I am vastly amused that anyone would think that Djokovic could ONLY be disliked because he is deemed a working class player. The fact that he takes strategically placed medical time-outs and bathroom breaks in the middle of his matches must have NOTHING to do with it. It couldn't POSSIBLY be that there are posters on this board who don't align themselves with a "win at any cost" attitude. No. It simply MUST be his economic status.

Bascule
01-29-2008, 01:28 PM
Hello, I'm new here - well, I suppose not entirely 'new' as I've lurked since 2004 and have even joined a couple of times. (I think. Forgot my login details, though. I'll probably forget these too, so if you never see me again, it was nice meeting you all.) I find this whole furore quite interesting - but before I say anything, I hasten to add I'm not Serbian... (I am a Djokovic fan though. Ahem.)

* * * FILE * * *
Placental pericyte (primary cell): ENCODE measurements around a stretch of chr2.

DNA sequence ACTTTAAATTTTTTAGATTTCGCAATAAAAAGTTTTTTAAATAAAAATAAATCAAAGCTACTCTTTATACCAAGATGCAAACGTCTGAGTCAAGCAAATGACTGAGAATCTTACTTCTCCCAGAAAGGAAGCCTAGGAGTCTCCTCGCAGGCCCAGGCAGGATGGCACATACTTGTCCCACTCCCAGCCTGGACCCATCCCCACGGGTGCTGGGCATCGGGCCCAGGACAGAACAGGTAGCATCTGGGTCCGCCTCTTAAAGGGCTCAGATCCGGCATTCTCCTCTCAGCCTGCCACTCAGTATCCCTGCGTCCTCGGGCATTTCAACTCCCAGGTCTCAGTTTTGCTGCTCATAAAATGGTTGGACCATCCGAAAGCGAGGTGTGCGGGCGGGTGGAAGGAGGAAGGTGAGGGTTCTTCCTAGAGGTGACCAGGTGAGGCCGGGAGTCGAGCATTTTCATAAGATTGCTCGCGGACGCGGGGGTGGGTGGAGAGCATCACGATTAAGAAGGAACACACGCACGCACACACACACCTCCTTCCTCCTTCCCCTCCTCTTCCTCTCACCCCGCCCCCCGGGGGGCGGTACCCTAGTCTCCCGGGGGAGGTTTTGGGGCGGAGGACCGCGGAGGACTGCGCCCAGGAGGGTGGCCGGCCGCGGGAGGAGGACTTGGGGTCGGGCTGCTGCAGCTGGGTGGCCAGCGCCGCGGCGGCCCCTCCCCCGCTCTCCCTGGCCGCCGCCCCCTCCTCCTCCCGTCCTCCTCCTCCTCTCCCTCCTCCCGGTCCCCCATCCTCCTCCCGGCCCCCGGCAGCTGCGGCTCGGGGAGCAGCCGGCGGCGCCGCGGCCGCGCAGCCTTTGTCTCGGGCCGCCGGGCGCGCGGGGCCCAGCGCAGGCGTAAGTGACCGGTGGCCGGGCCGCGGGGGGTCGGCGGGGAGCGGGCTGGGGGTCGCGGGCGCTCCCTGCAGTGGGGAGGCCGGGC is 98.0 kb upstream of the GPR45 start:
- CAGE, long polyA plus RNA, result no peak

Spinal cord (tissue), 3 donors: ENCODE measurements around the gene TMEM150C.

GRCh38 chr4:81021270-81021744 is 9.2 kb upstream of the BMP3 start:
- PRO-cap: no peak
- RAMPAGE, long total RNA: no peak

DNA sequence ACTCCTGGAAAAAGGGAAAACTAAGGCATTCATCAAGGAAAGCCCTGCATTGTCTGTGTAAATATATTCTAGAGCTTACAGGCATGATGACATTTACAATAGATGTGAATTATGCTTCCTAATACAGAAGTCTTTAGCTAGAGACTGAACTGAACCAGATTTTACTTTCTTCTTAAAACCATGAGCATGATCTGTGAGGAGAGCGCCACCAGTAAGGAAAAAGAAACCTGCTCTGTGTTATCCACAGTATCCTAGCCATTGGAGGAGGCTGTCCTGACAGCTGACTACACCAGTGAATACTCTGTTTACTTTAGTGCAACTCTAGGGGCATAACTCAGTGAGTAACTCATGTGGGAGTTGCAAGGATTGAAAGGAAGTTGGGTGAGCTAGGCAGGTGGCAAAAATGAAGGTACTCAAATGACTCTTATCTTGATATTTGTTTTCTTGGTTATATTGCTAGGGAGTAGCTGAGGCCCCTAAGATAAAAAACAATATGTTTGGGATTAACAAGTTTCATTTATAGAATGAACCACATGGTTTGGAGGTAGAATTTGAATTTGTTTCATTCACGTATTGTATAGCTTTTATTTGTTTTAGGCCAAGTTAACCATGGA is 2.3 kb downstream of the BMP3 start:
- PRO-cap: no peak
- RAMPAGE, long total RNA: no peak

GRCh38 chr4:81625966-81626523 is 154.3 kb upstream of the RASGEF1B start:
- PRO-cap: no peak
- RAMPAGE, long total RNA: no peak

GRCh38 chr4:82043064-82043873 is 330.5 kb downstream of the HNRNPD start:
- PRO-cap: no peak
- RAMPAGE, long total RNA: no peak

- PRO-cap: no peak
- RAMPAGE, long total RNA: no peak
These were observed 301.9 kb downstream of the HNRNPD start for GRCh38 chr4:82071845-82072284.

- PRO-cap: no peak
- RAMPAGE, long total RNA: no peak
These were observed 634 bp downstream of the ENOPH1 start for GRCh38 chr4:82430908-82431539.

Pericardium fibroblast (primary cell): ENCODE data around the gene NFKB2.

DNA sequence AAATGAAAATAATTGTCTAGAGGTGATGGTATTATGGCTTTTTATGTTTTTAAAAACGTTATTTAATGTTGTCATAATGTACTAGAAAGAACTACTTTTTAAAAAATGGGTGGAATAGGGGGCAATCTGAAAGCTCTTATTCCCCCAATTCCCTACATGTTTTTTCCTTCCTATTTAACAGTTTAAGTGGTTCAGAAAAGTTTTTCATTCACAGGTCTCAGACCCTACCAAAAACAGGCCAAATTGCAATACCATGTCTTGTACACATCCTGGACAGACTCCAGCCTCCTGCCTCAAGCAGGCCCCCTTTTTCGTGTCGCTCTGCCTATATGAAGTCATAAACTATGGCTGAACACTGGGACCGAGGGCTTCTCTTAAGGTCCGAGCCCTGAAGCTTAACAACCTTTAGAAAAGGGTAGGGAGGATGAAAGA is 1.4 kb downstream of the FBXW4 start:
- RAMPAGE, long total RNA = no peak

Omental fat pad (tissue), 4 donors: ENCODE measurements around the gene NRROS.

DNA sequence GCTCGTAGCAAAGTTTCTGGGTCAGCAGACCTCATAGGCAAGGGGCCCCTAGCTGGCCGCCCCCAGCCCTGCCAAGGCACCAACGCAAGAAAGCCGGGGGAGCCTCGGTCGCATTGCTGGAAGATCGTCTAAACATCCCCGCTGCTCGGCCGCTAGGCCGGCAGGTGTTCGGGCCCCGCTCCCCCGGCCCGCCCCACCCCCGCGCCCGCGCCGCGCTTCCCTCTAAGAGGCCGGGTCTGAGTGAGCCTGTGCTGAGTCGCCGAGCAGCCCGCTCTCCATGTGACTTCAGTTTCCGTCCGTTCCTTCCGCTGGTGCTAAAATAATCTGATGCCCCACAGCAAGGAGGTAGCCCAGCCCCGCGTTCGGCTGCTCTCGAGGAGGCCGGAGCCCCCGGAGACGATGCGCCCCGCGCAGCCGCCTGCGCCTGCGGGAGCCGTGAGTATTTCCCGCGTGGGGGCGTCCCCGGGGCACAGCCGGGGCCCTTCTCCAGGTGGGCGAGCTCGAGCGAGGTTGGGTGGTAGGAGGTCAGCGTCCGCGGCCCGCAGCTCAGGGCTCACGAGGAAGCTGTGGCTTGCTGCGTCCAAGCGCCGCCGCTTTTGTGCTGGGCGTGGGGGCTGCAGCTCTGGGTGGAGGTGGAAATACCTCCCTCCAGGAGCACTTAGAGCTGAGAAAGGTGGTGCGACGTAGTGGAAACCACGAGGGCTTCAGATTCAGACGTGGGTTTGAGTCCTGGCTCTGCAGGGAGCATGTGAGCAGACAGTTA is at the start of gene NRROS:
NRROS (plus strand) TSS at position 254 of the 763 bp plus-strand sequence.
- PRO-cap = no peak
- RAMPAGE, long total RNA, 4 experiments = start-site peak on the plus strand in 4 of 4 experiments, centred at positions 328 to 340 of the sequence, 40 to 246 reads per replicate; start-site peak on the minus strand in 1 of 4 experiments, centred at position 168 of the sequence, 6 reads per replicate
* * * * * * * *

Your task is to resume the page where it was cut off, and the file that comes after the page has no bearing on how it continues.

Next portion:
I do think this is a class thing, but not in the way that people seem automatically to expect. As the OP pointed out, 'class' has never been a question of money. Since time immemorial it's not the poor and humble who have been sneered at for lacking class, but the vulgar upstarts. 'Who do they think they are': that's the question, isn't it? It's not that the Djokovic family are poor and uneducated and despised for it. I think the problem is that they're neither poor enough, nor middle-class enough, nor humble enough, nor (perhaps strangely) arrogant enough. If they were dirt poor and made a great show of their humility and lack of sophistication, many a fist-pump would be forgiven. (Who knows, even their shirts might make people go 'awwww'.) If they were upper-class and more sophisticated in their bad behaviour, subtly arrogant and disdainful, people would be irritated but in a way that kind of behaviour would be a matter of course. You can be arrogant as long as you have a perceived right to that arrogance. The problem with the Djokovic family is that they're obviously 'lower class' in many people's eyes, but too loud, too sure of their right to be where they are, too difficult to patronise.